Last modified: 2010-05-15 15:28:23 UTC
Sequences like this for recentchanges happen several
times an hour:
DB Time Query or State
-- ---- ----------
enwiki 239 UPDATE recentchanges SET
rc_this_oldid=6638303 WHERE rc_namespace=0 AND
enwiki 205 UPDATE recentchanges SET
rc_this_oldid=6638305 WHERE rc_namespace=0 AND
enwiki 204 UPDATE recentchanges SET
rc_this_oldid=6638306 WHERE rc_namespace=6 AND
rc_title='ZeroG.jpg' AND rc_timestamp='20040623185548'
enwiki 190 UPDATE recentchanges SET
rc_this_oldid=6638307 WHERE rc_namespace=0 AND
enwiki 189 UPDATE recentchanges SET
rc_this_oldid=6638308 WHERE rc_namespace=0 AND
enwiki 184 UPDATE recentchanges SET
rc_this_oldid=6638309 WHERE rc_namespace=6 AND
enwiki 170 UPDATE recentchanges SET
rc_this_oldid=6638313 WHERE rc_namespace=6 AND
enwiki 170 UPDATE recentchanges SET
rc_this_oldid=6638314 WHERE rc_namespace=0 AND
Notice the timestamps, for a time before any existing
recentchanges records. Show innodb status indicates
that they are waiting for a lock on the rc_timestamp
index, presumably all waiting for the first block,
since all are before any entries.
A. Check the timestamp to see if it is earlier than
the recentchanges purge time limit. If it is, don't
update: if the record still exists it is going to be
purged soon anyway.
This would be less pleasant for low traffic wikis,
where purges may be relatively infrequent and the
records without the information would stay around for
B. Unnecessary if A is done, better overall.
If the timestamp is before the purge threshold, just
do the update. If not:
Use the rc_timestamp index and search for any entries
with the timestamp from the planned update, limit 1.
If no results, there's no work to do and no write
Do the search on a DB slave. Two possible wrong
result cases for a slave:
1. New record or edit. The timestamp will be within
the purge threshold so this code path will never
2. Record just purged from the master, still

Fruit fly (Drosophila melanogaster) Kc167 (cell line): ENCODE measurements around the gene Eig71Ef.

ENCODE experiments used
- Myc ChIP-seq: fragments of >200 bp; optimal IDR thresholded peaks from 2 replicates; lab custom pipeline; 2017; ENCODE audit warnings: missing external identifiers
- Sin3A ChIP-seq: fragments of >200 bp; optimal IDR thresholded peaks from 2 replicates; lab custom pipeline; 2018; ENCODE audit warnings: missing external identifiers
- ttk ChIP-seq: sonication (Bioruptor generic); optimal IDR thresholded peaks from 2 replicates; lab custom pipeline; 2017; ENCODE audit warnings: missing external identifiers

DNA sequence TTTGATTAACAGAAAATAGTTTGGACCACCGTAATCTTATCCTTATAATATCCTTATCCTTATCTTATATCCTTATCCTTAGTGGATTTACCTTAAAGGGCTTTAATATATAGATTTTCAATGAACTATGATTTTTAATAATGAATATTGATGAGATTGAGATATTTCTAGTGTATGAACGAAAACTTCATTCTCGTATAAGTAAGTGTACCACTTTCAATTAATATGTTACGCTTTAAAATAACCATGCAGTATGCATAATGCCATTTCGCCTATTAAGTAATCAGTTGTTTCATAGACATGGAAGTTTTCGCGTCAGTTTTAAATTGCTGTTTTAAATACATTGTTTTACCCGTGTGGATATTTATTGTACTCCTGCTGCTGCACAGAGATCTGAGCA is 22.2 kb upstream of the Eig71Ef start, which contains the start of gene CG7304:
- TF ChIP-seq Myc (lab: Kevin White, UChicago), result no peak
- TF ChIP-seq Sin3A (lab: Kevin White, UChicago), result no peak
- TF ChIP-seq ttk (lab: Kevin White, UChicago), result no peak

replicating. This will show a hit and a need to
update the record. The master will get an unnecessary
update, just as it does now. But far less of them.
Isn't this due to the infrequent, large, slow purges locking things up? Would it be better to just do smaller, more frequent purges?
Purging from a cron job or jobs in small bites off peak would be ideal for the
bigger databases. No need to do them in connection with an end user operation
which could happen at a high load time. delete low priority where timestamp <
threshold (for mysql 4.0.0 and later: order by rc_id) limit 20 at fairly
frequent intervals might be a reasonable approach. I expect that to be OK with
end user things at peak times as well, just not as nice to have the load then
when we don't care about prompt purging.
These queries are the longest running ones on the server at the time they
happen. That seems to argue against them waiting for the purge. But something is
causing them to wait and I don't know what it is. Want a copy of the log with
show processlist and show innodb status for some of these to see if you can see
what's causing them? I look but haven't found it yet, other than that
rc_timestamp index being involved. It might be the delete having happened and
something in the database engine keeping a lock for a while. Maybe.
In any case, there's no point in even trying most updates with timestamps this
old because they are to records which are well before the purge threshold. Just
wastes some master disk/CPU time without any benefit to try it. Quick check on
the slave and then discard the potential update if the slave doesn't have it is
the way to go for any which are less recent than the purge threshold. I'm
curious about the cause of the delay but since the updates aren't necessary
anyway I can happily forget that curiosity this time.
Cron jobs are a solution for wikipedia.org, but not for other cases,
where web space providers might not offer a way to schedule cron jobs.
Definitely agreed. This sort of thing is one of the cases where the way
Wikimedia and other big projects work best is different from how smaller and
shared hosting places need to work.
A update on these: it's not only older records which are
affected, it's all. The problem is a lock on the rc_timestamp
index which is being used to find the rc_id value so the
record can be updated. rc_timestamp is more unique than the
combination of rc_namespace and rc_title (about half the
number of matches). Asking a slave to look up the rc_id value
and then updating via the rc_id will reduce the demand for the
Please at least implement at least a configurable time threshold, if not the
existence check, for 1.4. These rc_old_id updates are by far the most frequent
cause of save delays, happening many times a day and it's completely unnecessary
to try to update RC records several weeks ago when we know that RC entries are
kept for little more than a week.
assumed fixed or at least different in 1.5.